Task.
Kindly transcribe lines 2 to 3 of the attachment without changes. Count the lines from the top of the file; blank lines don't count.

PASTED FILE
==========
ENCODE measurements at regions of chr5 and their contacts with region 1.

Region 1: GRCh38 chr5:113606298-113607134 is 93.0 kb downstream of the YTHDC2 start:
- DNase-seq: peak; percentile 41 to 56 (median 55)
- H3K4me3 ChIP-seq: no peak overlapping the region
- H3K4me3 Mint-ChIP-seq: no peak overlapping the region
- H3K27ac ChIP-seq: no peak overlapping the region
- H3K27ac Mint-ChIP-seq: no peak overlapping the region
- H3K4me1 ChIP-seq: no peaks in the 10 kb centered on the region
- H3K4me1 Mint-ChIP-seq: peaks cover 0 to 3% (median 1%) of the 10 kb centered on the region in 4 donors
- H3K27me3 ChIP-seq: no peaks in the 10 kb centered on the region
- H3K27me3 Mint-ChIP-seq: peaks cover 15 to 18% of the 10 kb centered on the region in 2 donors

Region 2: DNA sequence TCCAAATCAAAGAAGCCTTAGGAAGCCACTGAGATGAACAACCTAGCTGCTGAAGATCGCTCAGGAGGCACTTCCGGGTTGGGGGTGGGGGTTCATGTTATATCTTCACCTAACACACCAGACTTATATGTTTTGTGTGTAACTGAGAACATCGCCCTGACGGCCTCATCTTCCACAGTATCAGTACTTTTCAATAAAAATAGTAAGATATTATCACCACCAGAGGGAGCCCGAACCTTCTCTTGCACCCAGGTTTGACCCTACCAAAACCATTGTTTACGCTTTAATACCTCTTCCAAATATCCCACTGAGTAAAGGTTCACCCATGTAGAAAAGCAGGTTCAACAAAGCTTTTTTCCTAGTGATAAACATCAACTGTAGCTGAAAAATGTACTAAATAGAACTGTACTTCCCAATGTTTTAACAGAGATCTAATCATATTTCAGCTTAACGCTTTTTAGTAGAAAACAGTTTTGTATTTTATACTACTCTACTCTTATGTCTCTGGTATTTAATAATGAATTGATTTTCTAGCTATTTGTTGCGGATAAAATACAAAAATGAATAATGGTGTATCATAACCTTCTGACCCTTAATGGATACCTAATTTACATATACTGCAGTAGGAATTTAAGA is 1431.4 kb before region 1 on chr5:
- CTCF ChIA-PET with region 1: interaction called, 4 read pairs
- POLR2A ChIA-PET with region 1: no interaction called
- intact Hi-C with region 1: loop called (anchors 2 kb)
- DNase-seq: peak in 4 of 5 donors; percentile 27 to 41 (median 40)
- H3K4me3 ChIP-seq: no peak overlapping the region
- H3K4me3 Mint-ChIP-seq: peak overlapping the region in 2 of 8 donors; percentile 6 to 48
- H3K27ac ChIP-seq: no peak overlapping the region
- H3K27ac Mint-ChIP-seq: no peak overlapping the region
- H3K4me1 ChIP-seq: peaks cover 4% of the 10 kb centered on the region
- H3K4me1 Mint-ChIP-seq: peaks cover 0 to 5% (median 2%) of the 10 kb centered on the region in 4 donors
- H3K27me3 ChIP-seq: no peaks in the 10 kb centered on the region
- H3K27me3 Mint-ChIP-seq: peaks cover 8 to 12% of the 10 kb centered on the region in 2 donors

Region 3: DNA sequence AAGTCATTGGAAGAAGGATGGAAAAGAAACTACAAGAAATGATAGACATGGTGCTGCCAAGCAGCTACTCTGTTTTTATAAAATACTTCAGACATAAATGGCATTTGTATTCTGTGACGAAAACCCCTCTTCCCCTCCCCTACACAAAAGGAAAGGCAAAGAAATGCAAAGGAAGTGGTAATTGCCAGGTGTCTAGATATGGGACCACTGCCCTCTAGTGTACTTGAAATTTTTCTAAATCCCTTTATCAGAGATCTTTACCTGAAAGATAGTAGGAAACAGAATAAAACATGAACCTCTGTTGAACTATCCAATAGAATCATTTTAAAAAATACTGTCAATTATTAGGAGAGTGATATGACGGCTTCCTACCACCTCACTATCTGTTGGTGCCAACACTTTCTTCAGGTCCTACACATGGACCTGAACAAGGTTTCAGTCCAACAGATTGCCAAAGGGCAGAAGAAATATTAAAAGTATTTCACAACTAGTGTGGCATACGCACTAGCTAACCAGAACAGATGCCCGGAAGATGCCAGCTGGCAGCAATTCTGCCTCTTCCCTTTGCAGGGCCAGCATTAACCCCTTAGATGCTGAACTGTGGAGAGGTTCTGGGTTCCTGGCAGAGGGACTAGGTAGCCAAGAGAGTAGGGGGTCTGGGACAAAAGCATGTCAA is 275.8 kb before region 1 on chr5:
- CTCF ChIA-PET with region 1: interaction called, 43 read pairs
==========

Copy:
Region 1: GRCh38 chr5:113606298-113607134 is 93.0 kb downstream of the YTHDC2 start:
- DNase-seq: peak; percentile 41 to 56 (median 55)